Dear Irish Legends:

The week of November 8, 1993 is one I will never forget. It was the weekend of the Notre Dame vs Florida State game.

My cousin, Tim Walsh, called me earlier in the year. It turned out, his son Adam, could not choose where to go to college. He narrowed his choices to the Air Force Academy and Notre Dame. Tim asked if I could recommend a good weekend to be on campus to show the University off to Adam. My answer: Florida State weekend. And forget the hotel. Adam is rooming with the Leprechaun!

Thats right, I was the "green guy". The Leprechaun. The excitement on campus that week grew out of control with every passing day. I was giving over-the-phone interviews to radio stations all over the country. At 5:00 in the morning, they were conducted from the luxury of my loft bed in St. Edward's Hall. A photographer from the yearbook stopped by a couple times this week to snap pictures of me getting ready. I have never experienced anything like this before in my life. And the scary thing is, I know it.

The droves of tailgaters started arriving on campus on Monday. The game was being played in 5 days, right? People were already blasting the fight song out of their windows. Students were chucking footballs around on the quad. Bedsheets that said "Beat the Seminoles" or "Irish: True #1" were hanging out of dorm room windows anchored by tennis shoes. We weren't waiting around for game day. It was now "game week".

Friday is the big day. Pep rally day. I'm the emcee. That afternoon, my mother calls my room and is surprised to hear my voice. Her friend, a police officer, called her saying that the Indiana State Police received a call from some FSU fans who threatened to kidnap the Leprechaun. I assured her that I was fine. In fact, it would be the Irish who would steal something from the Seminoles that week.

I've got to get some sleep. How can I? There is noise in every corner of the campus. Except one. The corner that will be the noisiest come Saturday. The stadium.

I walk up to the gates of the house that Rockne built. The stadium staff are used to this tradition by now. I carry my duffle bag, a pillow and blanket, and an alarm clock up to the southeast corner of the stadium. I pick out a spot somewhere around row 50 and catch an hour of sleep before the pep rally.

My cousin Adam meets me by the Joyce Center that evening and asks if he will be able to get a good seat at the pep rally. I tell him to stay close to me and he will.

The cheerleaders and band traditionally march around campus 30 minutes before the pep rally, playing the fight song and other ND tunes. The idea is to get the students to follow us into the Joyce Center. Who are we kidding? The arena has been filled for 2 hours. All the students are already inside waiting for us.

We approach the Joyce Center and you can hear the crowd before we even cross Juniper Road. As we enter the tunnel, the noise becomes louder and louder. I'm the first one in and the crowd is going nuts. I point out a spot on the floor and tell Adam to grab it before it disappears. The band strikes up the Victory March... the crowds is yelling at the top of their lungs... and you can't hear yourself think.

I tear of my jacket, I'm so excited! ESPN is carrying the pep rally live to a national television audience. Hundreds of national media members are on hand. I take the microphone and utter the same words I begin every pep rally with, "Ladies and gentlemen, welcome to the Notre Dame vs. Florida State pep rally!!!" I am screaming these words into the microphone. By the time I get to "welcome", I can no longer hear myself as the crowd has taken over. I look over at my cousin and he is sitting about 10 feet from Lou Holtz. He knows where he is going to school next year.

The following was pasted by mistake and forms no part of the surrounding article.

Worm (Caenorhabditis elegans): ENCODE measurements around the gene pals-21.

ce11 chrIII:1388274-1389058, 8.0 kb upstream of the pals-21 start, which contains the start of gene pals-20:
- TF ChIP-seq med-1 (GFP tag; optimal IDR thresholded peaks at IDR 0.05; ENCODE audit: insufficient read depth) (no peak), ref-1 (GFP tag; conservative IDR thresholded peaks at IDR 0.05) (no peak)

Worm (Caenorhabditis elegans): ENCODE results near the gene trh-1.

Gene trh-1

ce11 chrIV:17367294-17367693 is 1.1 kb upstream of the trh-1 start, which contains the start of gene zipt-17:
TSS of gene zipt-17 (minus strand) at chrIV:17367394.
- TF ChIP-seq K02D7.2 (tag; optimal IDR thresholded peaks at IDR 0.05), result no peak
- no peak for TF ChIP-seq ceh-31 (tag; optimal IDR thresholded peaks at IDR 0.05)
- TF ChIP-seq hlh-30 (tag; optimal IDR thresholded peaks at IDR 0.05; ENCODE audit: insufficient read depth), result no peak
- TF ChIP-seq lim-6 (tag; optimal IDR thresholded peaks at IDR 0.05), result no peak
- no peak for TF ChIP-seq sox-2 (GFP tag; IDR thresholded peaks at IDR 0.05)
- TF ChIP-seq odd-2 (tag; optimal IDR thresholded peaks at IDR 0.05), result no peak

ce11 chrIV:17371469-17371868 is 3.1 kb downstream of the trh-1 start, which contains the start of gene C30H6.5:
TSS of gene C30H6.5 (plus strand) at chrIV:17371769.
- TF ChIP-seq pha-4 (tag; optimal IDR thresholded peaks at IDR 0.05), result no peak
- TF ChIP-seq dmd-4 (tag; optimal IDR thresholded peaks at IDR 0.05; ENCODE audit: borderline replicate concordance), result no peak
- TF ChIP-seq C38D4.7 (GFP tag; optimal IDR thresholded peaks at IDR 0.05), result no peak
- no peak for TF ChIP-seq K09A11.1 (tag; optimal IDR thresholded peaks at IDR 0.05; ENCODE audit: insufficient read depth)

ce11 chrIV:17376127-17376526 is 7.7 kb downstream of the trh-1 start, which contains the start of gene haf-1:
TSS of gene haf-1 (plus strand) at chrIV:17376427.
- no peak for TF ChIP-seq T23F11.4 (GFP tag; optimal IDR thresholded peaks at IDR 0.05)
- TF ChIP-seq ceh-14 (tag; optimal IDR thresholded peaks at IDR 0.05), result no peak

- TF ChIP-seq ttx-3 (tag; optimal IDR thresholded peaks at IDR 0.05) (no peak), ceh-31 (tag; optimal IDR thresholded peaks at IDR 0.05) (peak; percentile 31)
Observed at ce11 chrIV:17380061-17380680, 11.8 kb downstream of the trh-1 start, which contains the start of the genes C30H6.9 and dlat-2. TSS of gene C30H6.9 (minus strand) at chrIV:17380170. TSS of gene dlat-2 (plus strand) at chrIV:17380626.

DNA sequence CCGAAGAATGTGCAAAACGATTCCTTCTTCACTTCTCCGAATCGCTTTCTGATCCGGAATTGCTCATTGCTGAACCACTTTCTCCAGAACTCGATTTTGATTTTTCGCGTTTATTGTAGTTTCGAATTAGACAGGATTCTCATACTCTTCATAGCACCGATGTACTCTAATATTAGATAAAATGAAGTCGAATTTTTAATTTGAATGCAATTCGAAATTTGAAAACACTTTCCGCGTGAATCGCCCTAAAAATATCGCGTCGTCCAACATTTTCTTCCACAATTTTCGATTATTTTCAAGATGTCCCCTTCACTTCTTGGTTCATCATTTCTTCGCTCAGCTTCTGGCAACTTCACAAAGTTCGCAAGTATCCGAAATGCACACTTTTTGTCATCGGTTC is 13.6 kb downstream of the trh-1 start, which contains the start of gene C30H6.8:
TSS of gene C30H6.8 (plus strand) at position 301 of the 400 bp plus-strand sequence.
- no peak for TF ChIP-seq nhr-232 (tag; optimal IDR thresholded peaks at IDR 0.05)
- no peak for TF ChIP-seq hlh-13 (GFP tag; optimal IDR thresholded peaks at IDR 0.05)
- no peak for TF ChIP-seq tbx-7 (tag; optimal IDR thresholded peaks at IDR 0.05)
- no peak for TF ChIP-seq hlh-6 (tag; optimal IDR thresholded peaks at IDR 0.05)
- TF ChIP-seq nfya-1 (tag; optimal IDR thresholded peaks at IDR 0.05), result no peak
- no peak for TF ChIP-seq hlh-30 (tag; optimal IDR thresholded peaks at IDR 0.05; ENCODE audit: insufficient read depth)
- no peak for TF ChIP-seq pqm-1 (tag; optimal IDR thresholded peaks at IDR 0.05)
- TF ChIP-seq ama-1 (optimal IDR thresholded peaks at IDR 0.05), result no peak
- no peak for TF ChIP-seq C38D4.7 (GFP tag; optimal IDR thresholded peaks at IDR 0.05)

A lot of speculation circled around who the "guest speaker" would be that evening. Some people were saying it would be George Wendt. Others suggested it might be Joe Montana. I didn't even know who it would be until a couple hours before the rally. It was time to introduce her.

"Ladies and gentlemen, when people mention Notre Dame, they often think of great comebacks. There was the "chicken soup" game with Joe Montana in '77. Or the "Snow Bowl" against Penn State in '92. But our next speaker probably represents great comebacks better than anyone.

"Two years ago, the Notre Dame women's swim team bus spun out of control in a snow storm, and crashed only a mile from campus. Two swim team members tragically lost their lives. Another suffered a broken back. The doctors told her that her chances of even walking again were slim.

You could now hear a pin drop in an arena that only 10 minutes ago, was louder than an airplane engine.

"Then just last week, that young lady got into the swimming pool, swam the 100 meter freestyle, and came in... 1st place. Ladies and gentlemen, Miss Haley Scott.

The crowd erupts!

Notre Dame could have chosen a celebrity or a great football player to speak. Instead, we chose Haley. She told us that night how you should never believe what the oddsmakers tell you. That you should never believe that you can't acheive your goals. That you should never let anyone tell you you're not going to do it. That you simply had to believe in yourself. And if you did, you could acheive anything.

We traditionally close the pep rally with the Alma Mater and the Victory March. Afterwards their are about a thousand autographs to sign, a thousand pictures to take, and a thousand people to meet. Craig James from ESPN wants an interview on Sportscenter. I'm loving every minute of it.

My cousin and I then walk over to the stadium. He doesn't have a clue as to what's going on. We walk in through the locker room door. The pants are hanging perfectly in the lockers with the little NDs facing forward. The jerseys are neatly folded on a stool in front of each locker.

"Where are the helmets?" Adam asks.